Obama orders Pentagon to review sexual assault response

 WASHINGTON  President Barack Obama is ordering a review of the military's response to sexual assault in the armed forces.

Obama says in a statement provided to The Associated Press that his administration has "an urgent obligation" to respond. The president is giving military leaders until Dec. 1, 2014 to report on their progress in responding to the crime - including in the military justice system.

"If I do not see the kind of progress I expect, then we will consider additional reforms that may be required to eliminate this crime from our military ranks," the president said in a statement.

The president's remarks are his first on legislation that would crack down on sexual assault passed by the Senate late Thursday.

Obama says if he doesn't see progress, he will consider further reforms to - quote - "eliminate this crime from our military ranks."

Obama isn't specifying what other reforms he would consider. The Senate is debating legislation, proposed by Sen. Kirsten Gillibrand, D-N.Y., that would give victims of rape and sexual assault in the military an independent route outside the chain of command for prosecuting attackers, taking the authority away from commanders.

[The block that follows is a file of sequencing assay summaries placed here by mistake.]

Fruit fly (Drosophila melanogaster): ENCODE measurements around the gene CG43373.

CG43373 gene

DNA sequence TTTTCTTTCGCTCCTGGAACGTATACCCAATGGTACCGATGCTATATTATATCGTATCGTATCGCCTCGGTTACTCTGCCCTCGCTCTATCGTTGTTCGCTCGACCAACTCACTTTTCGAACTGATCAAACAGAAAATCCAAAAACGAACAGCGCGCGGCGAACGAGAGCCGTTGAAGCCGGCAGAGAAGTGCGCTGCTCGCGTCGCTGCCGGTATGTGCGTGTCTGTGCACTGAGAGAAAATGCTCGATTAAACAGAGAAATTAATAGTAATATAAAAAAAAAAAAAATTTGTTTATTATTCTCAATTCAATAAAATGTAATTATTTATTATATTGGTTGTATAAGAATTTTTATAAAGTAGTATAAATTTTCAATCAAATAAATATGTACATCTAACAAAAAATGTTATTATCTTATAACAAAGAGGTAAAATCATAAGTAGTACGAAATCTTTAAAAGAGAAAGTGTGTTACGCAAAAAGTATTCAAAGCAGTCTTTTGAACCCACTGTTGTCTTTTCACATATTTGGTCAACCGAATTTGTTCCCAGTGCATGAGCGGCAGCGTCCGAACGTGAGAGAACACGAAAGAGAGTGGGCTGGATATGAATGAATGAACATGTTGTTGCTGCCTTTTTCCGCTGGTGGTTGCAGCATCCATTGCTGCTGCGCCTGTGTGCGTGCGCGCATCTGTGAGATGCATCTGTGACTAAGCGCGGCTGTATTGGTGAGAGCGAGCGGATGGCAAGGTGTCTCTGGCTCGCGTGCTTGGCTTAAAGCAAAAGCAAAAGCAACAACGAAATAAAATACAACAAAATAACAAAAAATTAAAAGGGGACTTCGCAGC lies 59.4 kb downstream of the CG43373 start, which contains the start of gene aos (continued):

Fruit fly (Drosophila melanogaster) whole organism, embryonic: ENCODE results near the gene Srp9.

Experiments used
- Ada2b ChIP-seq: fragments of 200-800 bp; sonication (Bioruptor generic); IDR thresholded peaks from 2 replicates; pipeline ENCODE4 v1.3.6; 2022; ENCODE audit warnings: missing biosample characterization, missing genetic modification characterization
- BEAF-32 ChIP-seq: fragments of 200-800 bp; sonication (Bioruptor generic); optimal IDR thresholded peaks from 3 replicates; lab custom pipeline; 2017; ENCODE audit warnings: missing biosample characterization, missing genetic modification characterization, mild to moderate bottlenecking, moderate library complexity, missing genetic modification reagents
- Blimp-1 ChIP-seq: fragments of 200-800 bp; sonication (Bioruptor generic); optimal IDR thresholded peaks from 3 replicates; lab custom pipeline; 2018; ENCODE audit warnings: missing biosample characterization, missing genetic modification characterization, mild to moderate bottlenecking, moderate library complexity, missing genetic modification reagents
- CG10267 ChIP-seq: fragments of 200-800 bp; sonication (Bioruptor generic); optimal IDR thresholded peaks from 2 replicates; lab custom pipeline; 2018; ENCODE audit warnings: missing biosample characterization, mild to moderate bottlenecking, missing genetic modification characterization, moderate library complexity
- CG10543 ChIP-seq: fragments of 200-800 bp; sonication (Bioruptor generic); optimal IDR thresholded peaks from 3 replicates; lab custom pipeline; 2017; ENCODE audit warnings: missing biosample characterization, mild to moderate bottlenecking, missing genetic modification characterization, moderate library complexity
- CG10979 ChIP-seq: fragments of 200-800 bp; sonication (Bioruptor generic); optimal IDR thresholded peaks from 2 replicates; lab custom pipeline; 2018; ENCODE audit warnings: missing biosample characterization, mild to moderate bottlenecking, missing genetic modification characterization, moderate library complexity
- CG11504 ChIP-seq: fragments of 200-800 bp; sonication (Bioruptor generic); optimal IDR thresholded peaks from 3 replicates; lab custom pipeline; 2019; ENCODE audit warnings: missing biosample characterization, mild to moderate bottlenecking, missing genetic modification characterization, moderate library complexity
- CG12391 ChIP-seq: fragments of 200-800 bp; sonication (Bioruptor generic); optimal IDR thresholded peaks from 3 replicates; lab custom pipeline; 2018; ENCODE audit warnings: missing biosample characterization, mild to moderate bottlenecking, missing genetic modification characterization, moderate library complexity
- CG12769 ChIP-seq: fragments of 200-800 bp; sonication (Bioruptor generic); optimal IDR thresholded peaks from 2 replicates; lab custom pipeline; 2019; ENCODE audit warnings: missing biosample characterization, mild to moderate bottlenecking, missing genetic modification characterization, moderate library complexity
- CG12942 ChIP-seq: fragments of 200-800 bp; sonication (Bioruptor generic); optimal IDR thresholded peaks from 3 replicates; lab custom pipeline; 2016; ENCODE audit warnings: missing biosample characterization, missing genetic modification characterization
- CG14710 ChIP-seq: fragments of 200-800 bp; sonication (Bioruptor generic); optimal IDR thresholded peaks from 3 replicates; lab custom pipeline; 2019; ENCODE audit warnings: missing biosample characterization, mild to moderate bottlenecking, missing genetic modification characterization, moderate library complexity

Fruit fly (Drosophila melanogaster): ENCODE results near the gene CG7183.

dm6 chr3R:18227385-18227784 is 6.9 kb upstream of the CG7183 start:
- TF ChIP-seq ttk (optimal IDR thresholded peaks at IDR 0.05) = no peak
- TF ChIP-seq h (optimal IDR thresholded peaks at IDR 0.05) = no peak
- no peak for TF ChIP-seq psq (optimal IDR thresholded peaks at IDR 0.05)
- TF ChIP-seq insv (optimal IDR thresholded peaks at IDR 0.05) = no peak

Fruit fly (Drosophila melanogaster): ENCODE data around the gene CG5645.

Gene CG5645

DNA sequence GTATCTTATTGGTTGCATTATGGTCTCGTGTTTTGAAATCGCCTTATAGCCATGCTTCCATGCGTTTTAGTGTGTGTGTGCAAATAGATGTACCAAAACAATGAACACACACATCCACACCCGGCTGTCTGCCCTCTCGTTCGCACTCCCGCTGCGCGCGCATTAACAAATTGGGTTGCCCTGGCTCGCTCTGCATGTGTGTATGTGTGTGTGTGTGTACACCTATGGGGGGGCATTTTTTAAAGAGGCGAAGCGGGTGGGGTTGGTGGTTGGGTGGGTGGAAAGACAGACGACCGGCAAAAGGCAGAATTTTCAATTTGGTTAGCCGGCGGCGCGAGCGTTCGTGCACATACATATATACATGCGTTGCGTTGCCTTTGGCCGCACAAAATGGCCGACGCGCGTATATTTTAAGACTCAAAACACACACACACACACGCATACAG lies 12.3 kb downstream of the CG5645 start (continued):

That proposal drew strong opposition from the Pentagon and several lawmakers. Gillibrand's plan is likely to get a separate vote, perhaps as early as next month.

The bill passed Thursday does strip military commanders of their ability to overturn jury convictions, require a civilian review if a commander declines to prosecute a case and require that any individual convicted of sexual assault face a dishonorable discharge or dismissal. 

The bill also would provide victims with legal counsel, eliminate the statute of limitations for courts-martial in rape and sexual assault cases, and criminalize retaliation against victims who report a sexual assault.

The Pentagon has estimated that 26,000 members of the military may have been sexually assaulted last year, though thousands were afraid to come forward for fear of inaction or retribution. Several high-profile cases united Democrats and Republicans behind efforts to stop sexual assault in the ranks.

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